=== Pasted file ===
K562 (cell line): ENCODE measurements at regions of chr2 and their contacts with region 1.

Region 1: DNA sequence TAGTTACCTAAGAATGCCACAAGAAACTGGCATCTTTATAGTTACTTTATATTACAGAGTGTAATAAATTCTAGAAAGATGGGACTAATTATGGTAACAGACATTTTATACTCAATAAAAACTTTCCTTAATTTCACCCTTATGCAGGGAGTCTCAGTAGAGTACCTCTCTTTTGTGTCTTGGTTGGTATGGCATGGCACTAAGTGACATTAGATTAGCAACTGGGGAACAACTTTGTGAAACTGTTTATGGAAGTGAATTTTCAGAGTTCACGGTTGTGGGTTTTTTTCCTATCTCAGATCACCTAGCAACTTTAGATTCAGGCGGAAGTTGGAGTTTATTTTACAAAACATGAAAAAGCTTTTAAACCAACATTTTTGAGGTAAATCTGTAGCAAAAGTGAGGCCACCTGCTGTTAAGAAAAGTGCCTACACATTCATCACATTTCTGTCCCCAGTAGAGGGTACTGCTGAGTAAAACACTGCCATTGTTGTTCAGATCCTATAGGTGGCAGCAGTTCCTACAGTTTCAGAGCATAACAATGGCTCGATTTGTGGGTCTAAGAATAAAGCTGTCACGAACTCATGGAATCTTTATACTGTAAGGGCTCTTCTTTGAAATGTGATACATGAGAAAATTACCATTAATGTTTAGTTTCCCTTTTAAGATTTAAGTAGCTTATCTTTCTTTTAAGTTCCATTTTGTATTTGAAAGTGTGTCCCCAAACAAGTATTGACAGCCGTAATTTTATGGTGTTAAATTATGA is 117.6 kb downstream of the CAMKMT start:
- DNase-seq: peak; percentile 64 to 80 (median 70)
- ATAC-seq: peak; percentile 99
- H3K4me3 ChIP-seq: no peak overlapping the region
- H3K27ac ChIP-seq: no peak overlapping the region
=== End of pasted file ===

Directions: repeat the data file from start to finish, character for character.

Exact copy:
K562 (cell line): ENCODE measurements at regions of chr2 and their contacts with region 1.

Region 1: DNA sequence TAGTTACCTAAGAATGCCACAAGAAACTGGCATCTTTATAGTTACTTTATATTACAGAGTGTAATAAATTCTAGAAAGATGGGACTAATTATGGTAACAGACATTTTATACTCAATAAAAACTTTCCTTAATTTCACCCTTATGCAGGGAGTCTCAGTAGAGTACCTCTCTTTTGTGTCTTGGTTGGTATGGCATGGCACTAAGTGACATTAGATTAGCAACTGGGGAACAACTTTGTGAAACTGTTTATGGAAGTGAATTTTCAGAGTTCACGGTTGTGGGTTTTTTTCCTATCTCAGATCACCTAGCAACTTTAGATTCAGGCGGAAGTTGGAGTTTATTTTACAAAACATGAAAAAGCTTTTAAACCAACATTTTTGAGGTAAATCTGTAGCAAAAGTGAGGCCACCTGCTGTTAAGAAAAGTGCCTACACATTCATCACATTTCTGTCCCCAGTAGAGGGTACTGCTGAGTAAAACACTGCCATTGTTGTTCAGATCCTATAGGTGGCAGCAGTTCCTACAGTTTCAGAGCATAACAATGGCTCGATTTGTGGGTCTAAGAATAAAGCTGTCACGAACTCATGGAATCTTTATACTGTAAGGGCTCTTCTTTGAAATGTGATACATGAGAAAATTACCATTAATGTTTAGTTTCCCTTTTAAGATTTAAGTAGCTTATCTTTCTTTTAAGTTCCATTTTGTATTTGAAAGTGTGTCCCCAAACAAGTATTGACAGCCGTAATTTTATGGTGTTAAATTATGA is 117.6 kb downstream of the CAMKMT start:
- DNase-seq: peak; percentile 64 to 80 (median 70)
- ATAC-seq: peak; percentile 99
- H3K4me3 ChIP-seq: no peak overlapping the region
- H3K27ac ChIP-seq: no peak overlapping the region